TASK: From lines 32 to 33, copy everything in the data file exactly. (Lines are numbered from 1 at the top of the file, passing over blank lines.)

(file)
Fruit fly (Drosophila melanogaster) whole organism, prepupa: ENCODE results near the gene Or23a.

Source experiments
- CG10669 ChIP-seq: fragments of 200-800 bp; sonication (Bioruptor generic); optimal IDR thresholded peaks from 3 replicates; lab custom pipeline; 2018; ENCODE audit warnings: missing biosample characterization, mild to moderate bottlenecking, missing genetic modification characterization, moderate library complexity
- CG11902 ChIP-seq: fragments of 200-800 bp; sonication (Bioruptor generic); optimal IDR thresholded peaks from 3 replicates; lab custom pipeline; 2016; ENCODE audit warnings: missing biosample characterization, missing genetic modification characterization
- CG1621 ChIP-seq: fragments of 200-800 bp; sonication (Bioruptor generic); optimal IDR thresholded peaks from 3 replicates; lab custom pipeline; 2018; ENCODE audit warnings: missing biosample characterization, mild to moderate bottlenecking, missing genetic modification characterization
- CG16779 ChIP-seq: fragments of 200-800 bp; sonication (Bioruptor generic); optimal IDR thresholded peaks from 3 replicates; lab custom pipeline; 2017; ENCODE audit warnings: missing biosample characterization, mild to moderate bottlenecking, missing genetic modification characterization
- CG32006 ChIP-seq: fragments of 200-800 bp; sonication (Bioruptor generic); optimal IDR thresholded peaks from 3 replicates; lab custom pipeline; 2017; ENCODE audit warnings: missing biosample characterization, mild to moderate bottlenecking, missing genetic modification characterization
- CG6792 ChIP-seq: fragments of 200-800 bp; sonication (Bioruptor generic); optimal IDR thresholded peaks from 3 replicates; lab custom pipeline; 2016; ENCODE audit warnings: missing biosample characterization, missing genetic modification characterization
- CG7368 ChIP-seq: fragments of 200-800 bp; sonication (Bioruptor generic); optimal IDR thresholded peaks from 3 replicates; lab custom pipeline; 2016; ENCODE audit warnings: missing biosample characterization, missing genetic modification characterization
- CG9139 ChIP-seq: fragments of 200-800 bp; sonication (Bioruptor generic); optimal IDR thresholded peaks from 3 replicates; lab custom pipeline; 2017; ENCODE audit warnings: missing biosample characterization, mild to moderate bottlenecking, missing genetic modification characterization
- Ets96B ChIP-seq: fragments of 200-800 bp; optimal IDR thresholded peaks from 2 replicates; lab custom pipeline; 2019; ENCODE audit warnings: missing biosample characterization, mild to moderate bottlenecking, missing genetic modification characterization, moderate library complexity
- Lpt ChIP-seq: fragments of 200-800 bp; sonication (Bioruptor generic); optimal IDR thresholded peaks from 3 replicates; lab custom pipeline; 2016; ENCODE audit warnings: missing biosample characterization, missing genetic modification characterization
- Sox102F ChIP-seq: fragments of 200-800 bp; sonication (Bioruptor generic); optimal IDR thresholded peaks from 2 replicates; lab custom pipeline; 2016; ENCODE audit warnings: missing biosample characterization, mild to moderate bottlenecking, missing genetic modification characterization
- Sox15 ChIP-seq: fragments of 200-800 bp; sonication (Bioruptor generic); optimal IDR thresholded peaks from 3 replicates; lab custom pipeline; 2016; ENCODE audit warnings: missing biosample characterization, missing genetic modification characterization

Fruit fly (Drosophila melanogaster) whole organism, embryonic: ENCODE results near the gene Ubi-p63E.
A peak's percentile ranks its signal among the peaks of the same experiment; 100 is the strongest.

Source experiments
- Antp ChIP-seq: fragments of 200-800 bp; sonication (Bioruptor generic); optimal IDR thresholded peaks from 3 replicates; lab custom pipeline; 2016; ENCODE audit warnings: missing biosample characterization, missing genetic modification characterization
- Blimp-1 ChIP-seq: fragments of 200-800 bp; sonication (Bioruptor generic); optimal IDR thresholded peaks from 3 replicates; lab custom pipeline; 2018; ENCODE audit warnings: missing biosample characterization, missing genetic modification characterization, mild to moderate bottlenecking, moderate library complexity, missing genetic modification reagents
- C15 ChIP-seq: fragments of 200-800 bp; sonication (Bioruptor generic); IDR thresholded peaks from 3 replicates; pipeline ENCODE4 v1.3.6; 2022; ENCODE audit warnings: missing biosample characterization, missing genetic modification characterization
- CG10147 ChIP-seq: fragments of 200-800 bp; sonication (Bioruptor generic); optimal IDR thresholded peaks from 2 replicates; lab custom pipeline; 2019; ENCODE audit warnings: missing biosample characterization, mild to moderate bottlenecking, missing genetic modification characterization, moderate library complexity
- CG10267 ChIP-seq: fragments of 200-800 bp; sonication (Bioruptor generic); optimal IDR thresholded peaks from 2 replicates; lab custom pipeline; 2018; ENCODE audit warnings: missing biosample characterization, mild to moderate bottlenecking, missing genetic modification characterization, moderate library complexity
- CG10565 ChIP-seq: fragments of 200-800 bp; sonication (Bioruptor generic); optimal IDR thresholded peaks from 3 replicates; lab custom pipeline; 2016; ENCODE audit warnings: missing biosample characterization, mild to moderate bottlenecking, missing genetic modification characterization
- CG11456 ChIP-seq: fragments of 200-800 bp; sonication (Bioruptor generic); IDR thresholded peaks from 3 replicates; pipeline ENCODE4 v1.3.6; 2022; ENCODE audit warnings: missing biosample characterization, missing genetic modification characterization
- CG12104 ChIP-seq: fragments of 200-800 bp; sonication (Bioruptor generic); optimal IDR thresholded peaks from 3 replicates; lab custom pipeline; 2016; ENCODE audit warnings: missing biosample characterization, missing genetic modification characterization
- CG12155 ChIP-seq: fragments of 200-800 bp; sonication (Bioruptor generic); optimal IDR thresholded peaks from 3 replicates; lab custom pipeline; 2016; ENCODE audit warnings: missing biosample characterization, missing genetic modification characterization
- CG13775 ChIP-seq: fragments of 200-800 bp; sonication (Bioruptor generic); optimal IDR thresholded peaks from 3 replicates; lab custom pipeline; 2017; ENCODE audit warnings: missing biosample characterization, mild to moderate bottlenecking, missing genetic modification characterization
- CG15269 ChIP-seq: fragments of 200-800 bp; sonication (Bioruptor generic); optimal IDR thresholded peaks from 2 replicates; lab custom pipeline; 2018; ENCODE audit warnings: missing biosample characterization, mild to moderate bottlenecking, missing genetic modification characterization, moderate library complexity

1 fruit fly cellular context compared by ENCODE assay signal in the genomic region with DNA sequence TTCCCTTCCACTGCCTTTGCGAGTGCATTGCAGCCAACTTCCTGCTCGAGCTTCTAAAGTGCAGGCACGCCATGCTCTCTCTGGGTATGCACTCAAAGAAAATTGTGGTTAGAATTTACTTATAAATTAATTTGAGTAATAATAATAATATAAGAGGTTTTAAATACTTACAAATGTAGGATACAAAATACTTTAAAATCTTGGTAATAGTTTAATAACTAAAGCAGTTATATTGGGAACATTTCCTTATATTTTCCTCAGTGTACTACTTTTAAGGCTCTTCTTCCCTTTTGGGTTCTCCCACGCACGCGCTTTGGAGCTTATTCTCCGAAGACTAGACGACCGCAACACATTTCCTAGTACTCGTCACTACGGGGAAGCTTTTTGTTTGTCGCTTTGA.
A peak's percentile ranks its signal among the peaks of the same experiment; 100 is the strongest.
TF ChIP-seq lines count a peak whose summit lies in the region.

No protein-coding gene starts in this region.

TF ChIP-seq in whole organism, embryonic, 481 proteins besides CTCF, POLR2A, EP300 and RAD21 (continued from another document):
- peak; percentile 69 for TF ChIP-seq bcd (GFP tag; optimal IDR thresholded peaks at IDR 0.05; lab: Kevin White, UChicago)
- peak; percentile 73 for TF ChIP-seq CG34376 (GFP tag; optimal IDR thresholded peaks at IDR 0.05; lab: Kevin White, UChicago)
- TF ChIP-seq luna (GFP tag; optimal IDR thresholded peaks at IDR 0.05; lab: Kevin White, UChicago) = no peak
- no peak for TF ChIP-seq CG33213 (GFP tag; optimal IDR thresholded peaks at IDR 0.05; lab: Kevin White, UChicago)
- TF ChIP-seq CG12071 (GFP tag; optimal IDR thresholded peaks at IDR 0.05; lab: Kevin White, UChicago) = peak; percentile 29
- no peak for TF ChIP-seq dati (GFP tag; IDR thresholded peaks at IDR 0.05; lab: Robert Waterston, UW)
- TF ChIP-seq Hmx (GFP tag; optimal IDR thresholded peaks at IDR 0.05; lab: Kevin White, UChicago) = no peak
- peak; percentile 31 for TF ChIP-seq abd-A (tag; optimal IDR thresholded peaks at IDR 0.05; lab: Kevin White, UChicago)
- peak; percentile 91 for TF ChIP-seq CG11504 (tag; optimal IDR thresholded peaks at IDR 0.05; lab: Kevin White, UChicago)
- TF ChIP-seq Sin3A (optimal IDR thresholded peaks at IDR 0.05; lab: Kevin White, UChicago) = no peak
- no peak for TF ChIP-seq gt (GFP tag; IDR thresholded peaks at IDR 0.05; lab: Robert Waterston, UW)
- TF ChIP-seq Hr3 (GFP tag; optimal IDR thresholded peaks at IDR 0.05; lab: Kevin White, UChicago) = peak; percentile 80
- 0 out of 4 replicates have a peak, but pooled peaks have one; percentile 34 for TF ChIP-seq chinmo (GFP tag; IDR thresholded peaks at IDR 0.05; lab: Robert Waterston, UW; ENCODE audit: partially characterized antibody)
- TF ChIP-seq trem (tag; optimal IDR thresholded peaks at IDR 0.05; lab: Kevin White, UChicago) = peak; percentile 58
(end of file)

No protein-coding gene starts in this region.

TF ChIP-seq in whole organism, embryonic, 481 proteins besides CTCF, POLR2A, EP300 and RAD21 (continued from another document):